Further causes of hemorrhagic shock
Hypovolemic shock can also be a result of a loss of electrolytes, which can occur in cases of severe diarrhea. Possible reasons are severe burns as well as serious hyperthermia and insufficient intake of fluids, which, particularly among elderly people, is not uncommon.
Therapy of hemorrhagic shock
The fluid balance must be restored as soon as possible, even if the patient is in a first- or second-degree shock condition. Otherwise, severe complications can occur, even if the patient’s life has been saved. The bleeding must be stopped as soon as possible.
Signs for improvements of the condition
A number of signs indicate an improvement of the shock condition. This includes an improvement of the vital signs as well as an increase in pulse and blood pressure. However, the patient may still not be responsive.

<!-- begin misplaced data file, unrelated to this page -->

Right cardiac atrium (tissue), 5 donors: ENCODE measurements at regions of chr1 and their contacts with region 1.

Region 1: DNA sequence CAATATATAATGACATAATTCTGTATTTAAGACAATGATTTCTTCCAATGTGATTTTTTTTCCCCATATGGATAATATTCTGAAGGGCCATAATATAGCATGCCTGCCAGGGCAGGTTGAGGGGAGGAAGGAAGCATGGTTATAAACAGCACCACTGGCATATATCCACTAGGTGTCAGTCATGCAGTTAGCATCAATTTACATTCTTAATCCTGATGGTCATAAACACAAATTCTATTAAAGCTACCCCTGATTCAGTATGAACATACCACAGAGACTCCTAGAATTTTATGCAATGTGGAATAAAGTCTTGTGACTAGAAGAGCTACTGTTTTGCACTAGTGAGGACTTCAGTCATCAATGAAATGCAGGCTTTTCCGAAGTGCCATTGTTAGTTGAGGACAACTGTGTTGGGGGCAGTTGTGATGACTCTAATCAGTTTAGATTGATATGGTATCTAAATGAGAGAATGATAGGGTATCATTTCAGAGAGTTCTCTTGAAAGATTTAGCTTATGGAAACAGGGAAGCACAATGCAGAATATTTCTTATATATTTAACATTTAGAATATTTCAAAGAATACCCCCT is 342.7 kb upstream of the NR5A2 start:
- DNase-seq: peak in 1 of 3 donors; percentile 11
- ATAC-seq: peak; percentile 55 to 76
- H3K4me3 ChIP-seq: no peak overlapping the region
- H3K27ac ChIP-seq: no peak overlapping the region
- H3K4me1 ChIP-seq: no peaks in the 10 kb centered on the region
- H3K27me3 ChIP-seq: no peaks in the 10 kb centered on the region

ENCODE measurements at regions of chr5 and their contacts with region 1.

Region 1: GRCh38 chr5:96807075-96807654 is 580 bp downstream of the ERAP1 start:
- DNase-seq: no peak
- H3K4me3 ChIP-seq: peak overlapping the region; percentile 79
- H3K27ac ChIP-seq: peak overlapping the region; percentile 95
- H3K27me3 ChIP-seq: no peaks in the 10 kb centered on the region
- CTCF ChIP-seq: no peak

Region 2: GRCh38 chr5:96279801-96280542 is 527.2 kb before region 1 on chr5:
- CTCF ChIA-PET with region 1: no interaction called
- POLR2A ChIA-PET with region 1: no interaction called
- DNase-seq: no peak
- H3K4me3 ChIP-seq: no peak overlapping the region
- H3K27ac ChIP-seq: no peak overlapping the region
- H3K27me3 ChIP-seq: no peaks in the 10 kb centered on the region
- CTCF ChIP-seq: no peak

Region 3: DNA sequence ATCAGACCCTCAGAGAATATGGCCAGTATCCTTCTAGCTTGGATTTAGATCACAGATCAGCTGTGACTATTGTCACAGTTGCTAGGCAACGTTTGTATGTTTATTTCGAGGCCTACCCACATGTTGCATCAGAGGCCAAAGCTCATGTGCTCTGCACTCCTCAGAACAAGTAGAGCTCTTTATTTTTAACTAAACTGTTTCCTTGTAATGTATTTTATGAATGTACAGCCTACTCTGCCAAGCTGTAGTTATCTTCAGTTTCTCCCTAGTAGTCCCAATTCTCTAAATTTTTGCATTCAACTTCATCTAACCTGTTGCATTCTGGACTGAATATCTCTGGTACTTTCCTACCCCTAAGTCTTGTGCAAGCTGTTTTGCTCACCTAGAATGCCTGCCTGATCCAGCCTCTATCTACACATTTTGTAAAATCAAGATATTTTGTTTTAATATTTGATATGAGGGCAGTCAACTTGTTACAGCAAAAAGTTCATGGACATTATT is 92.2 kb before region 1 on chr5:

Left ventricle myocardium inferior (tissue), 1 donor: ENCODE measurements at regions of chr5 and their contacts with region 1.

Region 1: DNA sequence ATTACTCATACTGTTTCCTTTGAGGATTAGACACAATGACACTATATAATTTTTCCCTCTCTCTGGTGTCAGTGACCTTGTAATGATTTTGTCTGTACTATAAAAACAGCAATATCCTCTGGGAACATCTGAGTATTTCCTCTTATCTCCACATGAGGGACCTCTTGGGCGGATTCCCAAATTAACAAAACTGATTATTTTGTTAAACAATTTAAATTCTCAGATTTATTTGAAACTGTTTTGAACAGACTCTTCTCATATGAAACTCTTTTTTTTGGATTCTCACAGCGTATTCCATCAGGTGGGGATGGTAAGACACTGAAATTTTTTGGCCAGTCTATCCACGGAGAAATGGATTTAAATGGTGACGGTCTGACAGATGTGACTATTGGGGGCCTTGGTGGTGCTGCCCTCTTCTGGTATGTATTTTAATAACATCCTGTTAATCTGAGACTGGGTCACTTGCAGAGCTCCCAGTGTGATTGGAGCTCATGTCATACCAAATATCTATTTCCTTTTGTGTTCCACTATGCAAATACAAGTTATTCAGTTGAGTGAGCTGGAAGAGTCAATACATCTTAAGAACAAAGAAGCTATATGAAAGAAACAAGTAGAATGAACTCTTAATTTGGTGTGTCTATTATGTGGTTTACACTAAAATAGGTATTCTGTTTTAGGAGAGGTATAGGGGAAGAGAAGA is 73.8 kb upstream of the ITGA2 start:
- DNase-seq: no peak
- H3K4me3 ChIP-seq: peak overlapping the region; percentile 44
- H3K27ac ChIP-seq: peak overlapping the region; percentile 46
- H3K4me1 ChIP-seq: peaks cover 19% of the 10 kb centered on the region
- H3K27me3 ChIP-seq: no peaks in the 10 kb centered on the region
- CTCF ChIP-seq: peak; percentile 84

Differential Diagnoses of Hemorrhagic Shock
Possible differential diagnoses are simple drops in blood pressure that can also lead to collapse. In this case, the condition is usually already improved by a low positioning of the head. From a differential diagnosis point of view, the drop in hemoglobin is missing in simple drops of blood pressure. Another possible cause is vasovagal syncope.
Definition and etiology of cardiogenic shock
Cardiogenic shock is caused by a primary systolic failure of the heart. The skin turns pale but the cardiac output may be normal. The pulmonary capillary wedge pressure (PCWP) is increased. Arterio-venous O2 difference and total peripheral resistance (TPR) increase as well.